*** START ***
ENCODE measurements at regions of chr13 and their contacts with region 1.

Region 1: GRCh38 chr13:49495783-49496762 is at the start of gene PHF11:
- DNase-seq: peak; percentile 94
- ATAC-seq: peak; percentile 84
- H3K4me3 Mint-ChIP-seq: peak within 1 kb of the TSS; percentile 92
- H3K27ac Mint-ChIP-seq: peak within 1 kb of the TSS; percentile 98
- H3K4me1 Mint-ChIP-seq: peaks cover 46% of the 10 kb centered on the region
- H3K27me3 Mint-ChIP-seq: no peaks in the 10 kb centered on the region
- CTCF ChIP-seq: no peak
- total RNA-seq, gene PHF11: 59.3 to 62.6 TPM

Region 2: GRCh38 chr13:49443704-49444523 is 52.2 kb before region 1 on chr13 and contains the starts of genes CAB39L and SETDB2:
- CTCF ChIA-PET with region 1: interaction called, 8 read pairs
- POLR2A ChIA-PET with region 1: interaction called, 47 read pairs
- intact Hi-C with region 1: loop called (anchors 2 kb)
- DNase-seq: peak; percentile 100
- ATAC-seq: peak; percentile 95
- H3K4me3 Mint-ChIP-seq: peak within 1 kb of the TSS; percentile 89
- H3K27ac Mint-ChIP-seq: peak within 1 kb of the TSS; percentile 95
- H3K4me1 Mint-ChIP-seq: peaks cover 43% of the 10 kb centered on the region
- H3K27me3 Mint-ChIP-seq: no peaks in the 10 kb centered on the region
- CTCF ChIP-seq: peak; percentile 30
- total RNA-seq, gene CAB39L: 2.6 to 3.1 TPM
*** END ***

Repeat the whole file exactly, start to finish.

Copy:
ENCODE measurements at regions of chr13 and their contacts with region 1.

Region 1: GRCh38 chr13:49495783-49496762 is at the start of gene PHF11:
- DNase-seq: peak; percentile 94
- ATAC-seq: peak; percentile 84
- H3K4me3 Mint-ChIP-seq: peak within 1 kb of the TSS; percentile 92
- H3K27ac Mint-ChIP-seq: peak within 1 kb of the TSS; percentile 98
- H3K4me1 Mint-ChIP-seq: peaks cover 46% of the 10 kb centered on the region
- H3K27me3 Mint-ChIP-seq: no peaks in the 10 kb centered on the region
- CTCF ChIP-seq: no peak
- total RNA-seq, gene PHF11: 59.3 to 62.6 TPM

Region 2: GRCh38 chr13:49443704-49444523 is 52.2 kb before region 1 on chr13 and contains the starts of genes CAB39L and SETDB2:
- CTCF ChIA-PET with region 1: interaction called, 8 read pairs
- POLR2A ChIA-PET with region 1: interaction called, 47 read pairs
- intact Hi-C with region 1: loop called (anchors 2 kb)
- DNase-seq: peak; percentile 100
- ATAC-seq: peak; percentile 95
- H3K4me3 Mint-ChIP-seq: peak within 1 kb of the TSS; percentile 89
- H3K27ac Mint-ChIP-seq: peak within 1 kb of the TSS; percentile 95
- H3K4me1 Mint-ChIP-seq: peaks cover 43% of the 10 kb centered on the region
- H3K27me3 Mint-ChIP-seq: no peaks in the 10 kb centered on the region
- CTCF ChIP-seq: peak; percentile 30
- total RNA-seq, gene CAB39L: 2.6 to 3.1 TPM